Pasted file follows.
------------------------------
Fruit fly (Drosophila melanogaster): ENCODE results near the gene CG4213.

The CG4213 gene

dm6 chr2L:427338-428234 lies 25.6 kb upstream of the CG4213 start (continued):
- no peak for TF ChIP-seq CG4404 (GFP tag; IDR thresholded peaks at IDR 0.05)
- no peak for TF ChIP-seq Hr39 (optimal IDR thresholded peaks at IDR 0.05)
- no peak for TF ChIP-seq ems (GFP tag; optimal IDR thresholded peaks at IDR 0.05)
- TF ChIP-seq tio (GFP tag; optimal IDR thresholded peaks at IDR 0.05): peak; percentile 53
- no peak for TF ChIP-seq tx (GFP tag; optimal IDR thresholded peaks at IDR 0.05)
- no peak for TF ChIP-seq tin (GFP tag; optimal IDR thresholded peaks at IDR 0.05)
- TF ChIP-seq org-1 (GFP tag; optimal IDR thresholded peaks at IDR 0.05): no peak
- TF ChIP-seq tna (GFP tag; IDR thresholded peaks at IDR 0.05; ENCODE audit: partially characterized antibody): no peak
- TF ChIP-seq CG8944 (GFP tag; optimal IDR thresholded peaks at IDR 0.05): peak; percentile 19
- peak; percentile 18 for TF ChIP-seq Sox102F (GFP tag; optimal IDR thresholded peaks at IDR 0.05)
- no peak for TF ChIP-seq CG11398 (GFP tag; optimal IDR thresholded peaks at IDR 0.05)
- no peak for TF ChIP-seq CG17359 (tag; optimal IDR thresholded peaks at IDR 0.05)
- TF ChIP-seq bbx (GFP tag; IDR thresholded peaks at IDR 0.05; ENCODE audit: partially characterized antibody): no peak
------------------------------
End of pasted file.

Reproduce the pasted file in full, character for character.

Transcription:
Fruit fly (Drosophila melanogaster): ENCODE results near the gene CG4213.

The CG4213 gene

dm6 chr2L:427338-428234 lies 25.6 kb upstream of the CG4213 start (continued):
- no peak for TF ChIP-seq CG4404 (GFP tag; IDR thresholded peaks at IDR 0.05)
- no peak for TF ChIP-seq Hr39 (optimal IDR thresholded peaks at IDR 0.05)
- no peak for TF ChIP-seq ems (GFP tag; optimal IDR thresholded peaks at IDR 0.05)
- TF ChIP-seq tio (GFP tag; optimal IDR thresholded peaks at IDR 0.05): peak; percentile 53
- no peak for TF ChIP-seq tx (GFP tag; optimal IDR thresholded peaks at IDR 0.05)
- no peak for TF ChIP-seq tin (GFP tag; optimal IDR thresholded peaks at IDR 0.05)
- TF ChIP-seq org-1 (GFP tag; optimal IDR thresholded peaks at IDR 0.05): no peak
- TF ChIP-seq tna (GFP tag; IDR thresholded peaks at IDR 0.05; ENCODE audit: partially characterized antibody): no peak
- TF ChIP-seq CG8944 (GFP tag; optimal IDR thresholded peaks at IDR 0.05): peak; percentile 19
- peak; percentile 18 for TF ChIP-seq Sox102F (GFP tag; optimal IDR thresholded peaks at IDR 0.05)
- no peak for TF ChIP-seq CG11398 (GFP tag; optimal IDR thresholded peaks at IDR 0.05)
- no peak for TF ChIP-seq CG17359 (tag; optimal IDR thresholded peaks at IDR 0.05)
- TF ChIP-seq bbx (GFP tag; IDR thresholded peaks at IDR 0.05; ENCODE audit: partially characterized antibody): no peak